Nothing makes me feel warmer inside than the thought of worms inside Osama bin Laden. But in the greater war on terror, his death is a blip. That should be plenty clear, especially given the dire warnings of the last day or so.
But Osama’s irrelevance, beyond mere symbolism, has been clear for a long time now to anybody paying attention.
The police have to factor terrorism into “everything we do,” Mr. Kelly said. If that means following leads that take NYPD undercover detectives into mosques, Islamic bookstores, Muslim student associations, cafes and nightclubs, so be it. Mr. Kelly vowed to continue stationing liaisons in 11 cities abroad to “ask the New York question”—much to the occasional chagrin of the Federal Bureau of Investigation and the CIA.
It was an undercover officer in an Islamic bookstore who helped stop Shahawar Matin Siraj, a homegrown Muslim extremist and self-professed al Qaeda admirer, from bombing the Herald Square subway station during the 2004 Republican convention, Mr. Kelly said. Another undercover officer prevented homegrown terrorists Ahmed Ferhani, 26, and Mohamed Mamdouh, 20, from bombing a Manhattan synagogue and trying to “take out the entire building.”
Would he continue sending NYPD officers across the Hudson into deepest, darkest New Jersey? Yes, he declared, if that was what was needed to keep tabs on the likes of Carlos Almonte and Mohammed Alessa—al Qaeda sympathizers arrested en route to Somalia at JFK Airport in 2010 “who were determined to receive terrorist training abroad only to return home to kill us here.”
Michael Sheehan, a former NYPD deputy commissioner for counterterrorism, says that the NYPD has succeeded thanks to its collection and sharing of domestic and foreign intelligence through “humint” (human sources) and “sigint” (signals intelligence) such as electronic intercepts and the monitoring of Internet, cellphone and other communications. Tip-offs from concerned family or community members have also been vital.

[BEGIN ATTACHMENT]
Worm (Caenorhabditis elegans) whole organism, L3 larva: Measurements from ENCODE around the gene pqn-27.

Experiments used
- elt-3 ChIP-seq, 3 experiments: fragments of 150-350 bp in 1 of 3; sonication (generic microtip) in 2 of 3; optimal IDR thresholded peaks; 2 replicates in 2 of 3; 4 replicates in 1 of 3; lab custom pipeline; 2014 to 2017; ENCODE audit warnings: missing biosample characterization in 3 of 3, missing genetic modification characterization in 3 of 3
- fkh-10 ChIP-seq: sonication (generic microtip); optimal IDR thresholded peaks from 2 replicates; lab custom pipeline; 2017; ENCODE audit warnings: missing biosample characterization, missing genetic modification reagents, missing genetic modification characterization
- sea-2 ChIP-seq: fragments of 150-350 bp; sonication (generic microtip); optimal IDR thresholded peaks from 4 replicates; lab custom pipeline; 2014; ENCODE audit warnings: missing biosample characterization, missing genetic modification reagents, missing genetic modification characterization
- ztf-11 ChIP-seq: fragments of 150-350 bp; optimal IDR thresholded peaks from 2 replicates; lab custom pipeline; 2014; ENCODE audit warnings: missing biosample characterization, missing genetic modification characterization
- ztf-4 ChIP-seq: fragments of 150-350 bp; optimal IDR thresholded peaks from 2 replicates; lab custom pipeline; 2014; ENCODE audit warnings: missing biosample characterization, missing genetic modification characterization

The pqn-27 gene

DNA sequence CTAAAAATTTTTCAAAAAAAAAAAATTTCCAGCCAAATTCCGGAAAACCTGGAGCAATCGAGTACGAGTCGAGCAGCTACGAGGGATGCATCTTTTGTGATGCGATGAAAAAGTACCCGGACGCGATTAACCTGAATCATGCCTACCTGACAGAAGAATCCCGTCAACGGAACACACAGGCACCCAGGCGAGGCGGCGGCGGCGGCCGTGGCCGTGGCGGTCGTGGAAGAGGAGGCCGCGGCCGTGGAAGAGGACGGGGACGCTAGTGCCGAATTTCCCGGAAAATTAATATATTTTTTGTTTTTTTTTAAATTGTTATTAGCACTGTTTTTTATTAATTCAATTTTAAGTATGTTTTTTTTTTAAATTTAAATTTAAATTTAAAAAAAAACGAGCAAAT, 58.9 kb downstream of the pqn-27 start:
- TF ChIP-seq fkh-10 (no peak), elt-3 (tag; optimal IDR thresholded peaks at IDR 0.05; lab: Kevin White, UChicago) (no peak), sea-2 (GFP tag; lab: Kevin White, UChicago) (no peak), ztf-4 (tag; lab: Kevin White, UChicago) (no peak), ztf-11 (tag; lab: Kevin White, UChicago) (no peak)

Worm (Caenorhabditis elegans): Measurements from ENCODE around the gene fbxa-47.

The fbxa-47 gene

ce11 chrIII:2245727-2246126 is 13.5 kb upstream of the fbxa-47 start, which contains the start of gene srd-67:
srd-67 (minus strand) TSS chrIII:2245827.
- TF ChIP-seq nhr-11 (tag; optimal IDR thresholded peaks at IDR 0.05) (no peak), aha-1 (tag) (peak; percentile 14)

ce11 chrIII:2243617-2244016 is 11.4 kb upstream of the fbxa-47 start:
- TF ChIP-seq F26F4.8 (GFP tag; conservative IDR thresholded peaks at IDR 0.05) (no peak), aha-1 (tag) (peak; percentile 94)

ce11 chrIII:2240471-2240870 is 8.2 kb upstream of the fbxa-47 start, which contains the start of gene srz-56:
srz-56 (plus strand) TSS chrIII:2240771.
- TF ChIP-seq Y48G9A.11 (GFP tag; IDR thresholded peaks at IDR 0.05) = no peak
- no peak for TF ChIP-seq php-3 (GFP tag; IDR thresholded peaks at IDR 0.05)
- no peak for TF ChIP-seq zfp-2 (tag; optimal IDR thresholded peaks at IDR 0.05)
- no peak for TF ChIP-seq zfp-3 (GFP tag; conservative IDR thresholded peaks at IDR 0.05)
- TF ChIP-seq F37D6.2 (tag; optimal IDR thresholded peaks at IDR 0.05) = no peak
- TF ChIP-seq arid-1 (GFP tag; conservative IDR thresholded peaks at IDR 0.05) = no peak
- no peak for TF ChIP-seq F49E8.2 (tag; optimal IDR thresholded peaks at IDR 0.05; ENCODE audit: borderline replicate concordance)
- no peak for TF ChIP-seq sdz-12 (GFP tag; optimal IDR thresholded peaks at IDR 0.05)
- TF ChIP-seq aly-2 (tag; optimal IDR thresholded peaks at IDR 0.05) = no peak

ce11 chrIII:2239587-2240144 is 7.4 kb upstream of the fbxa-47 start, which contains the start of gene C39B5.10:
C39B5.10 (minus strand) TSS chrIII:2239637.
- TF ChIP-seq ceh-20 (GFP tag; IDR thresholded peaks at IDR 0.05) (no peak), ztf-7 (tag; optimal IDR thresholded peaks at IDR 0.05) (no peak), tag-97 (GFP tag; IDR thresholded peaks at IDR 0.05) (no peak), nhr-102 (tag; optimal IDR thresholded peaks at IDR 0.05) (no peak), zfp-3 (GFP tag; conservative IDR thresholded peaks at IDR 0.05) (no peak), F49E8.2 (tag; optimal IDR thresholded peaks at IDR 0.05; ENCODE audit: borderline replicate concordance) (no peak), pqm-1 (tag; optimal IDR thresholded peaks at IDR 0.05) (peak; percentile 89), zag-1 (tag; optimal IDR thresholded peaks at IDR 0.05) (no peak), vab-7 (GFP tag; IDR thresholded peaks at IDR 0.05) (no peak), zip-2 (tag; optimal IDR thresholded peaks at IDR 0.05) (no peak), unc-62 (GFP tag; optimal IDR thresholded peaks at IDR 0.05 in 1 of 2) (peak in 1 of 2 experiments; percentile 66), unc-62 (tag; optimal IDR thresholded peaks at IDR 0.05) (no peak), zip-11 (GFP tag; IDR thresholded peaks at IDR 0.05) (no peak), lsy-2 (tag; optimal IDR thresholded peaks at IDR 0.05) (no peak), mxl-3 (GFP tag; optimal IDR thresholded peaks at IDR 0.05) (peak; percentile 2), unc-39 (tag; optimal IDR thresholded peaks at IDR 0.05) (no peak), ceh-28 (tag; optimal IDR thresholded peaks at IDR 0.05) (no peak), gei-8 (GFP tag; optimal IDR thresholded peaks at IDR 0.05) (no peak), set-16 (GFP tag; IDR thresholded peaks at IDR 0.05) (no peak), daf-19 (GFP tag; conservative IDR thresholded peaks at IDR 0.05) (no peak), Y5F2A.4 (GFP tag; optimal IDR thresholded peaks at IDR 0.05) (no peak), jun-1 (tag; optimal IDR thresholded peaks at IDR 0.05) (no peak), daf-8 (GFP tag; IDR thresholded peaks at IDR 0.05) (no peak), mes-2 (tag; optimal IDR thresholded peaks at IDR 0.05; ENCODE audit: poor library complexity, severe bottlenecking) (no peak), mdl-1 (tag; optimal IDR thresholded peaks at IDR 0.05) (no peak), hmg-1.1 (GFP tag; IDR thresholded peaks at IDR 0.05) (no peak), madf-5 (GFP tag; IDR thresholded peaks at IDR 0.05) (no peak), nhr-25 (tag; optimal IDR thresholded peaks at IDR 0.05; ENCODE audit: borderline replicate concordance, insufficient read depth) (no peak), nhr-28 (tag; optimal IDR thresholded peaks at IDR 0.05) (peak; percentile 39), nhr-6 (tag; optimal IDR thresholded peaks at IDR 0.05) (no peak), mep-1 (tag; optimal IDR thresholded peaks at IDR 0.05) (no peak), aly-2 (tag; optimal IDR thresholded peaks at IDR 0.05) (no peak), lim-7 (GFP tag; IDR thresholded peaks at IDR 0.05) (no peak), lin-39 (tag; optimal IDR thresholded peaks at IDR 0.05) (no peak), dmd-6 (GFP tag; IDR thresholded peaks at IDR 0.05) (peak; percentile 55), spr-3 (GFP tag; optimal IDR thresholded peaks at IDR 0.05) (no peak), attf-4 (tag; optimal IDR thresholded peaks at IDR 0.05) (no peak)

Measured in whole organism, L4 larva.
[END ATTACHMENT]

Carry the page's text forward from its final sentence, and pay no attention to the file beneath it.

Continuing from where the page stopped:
Sigint was key in disrupting at least two of the most serious al Qaeda plots targeting New York since 9/11: the 2006 “Liquid Bomb Plot,” or “Operation Overt,” in which 25 British citizens of Pakistani descent targeted some seven transatlantic commercial flights from London to North America; and Operation Highrise, an attempt to use suicide bombers to blow up New York City subways in 2009.
The homegrown Islamist in that plot was Najibullah Zazi, an Afghan immigrant with al Qaeda ties who grew up in New York City and staged his operation from there and Colorado. In Zazi’s case, investigators say, officials were initially tipped off by the intercept of an email he sent from Colorado to an address in Pakistan that was associated with another group of terrorists who had been arrested earlier that year in Manchester, England.
The “link man,” or coordinator in Pakistan, writes Mitchell D. Silber, director of Intelligence Analysis for the New York Police Department, in his forthcoming book, “The Al Qaeda Factor,” was corresponding with operatives in three different al Qaeda plots. Zazi’s New York subway plot took off only after he contacted the coordinator, identified only as “Ahmad,” and informed him that the “wedding,” or suicide operation, “was ready to proceed,” writes Mr. Silber.